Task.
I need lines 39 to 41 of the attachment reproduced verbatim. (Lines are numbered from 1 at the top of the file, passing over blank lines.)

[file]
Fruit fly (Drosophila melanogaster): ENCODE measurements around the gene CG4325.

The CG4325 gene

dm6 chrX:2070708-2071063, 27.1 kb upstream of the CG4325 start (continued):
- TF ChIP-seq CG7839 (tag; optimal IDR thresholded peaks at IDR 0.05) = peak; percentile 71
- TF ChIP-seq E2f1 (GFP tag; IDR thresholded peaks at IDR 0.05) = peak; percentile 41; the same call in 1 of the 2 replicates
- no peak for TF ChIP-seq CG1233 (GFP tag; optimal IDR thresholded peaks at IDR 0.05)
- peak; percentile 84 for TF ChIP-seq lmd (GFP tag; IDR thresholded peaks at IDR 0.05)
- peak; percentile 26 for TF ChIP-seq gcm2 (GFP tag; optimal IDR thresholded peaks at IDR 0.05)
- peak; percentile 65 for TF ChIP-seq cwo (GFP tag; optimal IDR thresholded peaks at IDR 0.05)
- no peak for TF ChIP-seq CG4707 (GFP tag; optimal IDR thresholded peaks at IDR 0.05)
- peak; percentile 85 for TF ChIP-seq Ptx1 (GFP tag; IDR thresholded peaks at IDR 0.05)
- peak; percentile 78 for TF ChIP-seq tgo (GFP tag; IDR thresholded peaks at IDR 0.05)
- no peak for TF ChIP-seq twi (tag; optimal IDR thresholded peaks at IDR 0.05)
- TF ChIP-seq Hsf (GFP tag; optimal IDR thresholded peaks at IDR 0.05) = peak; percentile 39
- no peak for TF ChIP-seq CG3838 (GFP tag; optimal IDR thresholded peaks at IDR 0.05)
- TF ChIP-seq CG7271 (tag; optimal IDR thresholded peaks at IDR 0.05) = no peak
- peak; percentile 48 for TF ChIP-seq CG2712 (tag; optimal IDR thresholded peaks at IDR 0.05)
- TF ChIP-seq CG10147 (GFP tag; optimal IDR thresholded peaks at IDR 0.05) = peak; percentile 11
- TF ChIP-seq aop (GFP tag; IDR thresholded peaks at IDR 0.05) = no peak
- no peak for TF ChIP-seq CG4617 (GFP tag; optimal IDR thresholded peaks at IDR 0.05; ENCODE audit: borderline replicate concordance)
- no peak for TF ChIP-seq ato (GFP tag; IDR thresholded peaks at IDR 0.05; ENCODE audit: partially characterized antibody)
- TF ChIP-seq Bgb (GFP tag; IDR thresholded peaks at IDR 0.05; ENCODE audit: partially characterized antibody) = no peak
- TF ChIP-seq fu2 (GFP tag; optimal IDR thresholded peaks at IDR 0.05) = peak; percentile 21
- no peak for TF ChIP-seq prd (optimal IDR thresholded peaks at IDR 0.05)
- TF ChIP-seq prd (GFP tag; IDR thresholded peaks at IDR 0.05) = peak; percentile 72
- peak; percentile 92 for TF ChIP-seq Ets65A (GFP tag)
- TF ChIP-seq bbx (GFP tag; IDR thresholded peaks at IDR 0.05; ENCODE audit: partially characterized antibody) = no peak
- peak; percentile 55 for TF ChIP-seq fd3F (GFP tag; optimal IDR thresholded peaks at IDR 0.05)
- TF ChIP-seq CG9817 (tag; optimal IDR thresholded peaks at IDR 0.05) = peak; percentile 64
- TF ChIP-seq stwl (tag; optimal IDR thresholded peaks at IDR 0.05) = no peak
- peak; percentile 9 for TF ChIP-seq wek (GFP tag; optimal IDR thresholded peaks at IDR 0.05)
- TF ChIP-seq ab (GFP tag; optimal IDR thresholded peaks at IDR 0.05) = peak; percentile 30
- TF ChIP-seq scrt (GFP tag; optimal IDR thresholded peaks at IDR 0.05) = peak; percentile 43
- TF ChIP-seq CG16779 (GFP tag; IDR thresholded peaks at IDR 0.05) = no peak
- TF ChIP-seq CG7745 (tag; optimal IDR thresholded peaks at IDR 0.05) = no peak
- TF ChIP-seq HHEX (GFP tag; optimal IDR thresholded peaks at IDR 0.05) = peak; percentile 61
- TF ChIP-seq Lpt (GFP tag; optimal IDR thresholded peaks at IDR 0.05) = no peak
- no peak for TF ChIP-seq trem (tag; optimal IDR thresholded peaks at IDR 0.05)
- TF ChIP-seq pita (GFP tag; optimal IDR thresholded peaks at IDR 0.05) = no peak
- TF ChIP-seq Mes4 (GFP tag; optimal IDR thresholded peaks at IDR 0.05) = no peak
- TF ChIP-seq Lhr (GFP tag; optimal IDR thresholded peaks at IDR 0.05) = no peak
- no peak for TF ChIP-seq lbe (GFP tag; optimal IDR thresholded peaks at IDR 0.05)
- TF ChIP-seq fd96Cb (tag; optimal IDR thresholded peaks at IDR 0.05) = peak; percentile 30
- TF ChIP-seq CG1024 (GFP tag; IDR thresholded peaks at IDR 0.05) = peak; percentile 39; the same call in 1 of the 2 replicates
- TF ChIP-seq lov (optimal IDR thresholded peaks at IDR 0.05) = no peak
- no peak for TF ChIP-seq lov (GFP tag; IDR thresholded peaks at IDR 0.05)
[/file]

- TF ChIP-seq pita (GFP tag; optimal IDR thresholded peaks at IDR 0.05) = no peak
- TF ChIP-seq Mes4 (GFP tag; optimal IDR thresholded peaks at IDR 0.05) = no peak
- TF ChIP-seq Lhr (GFP tag; optimal IDR thresholded peaks at IDR 0.05) = no peak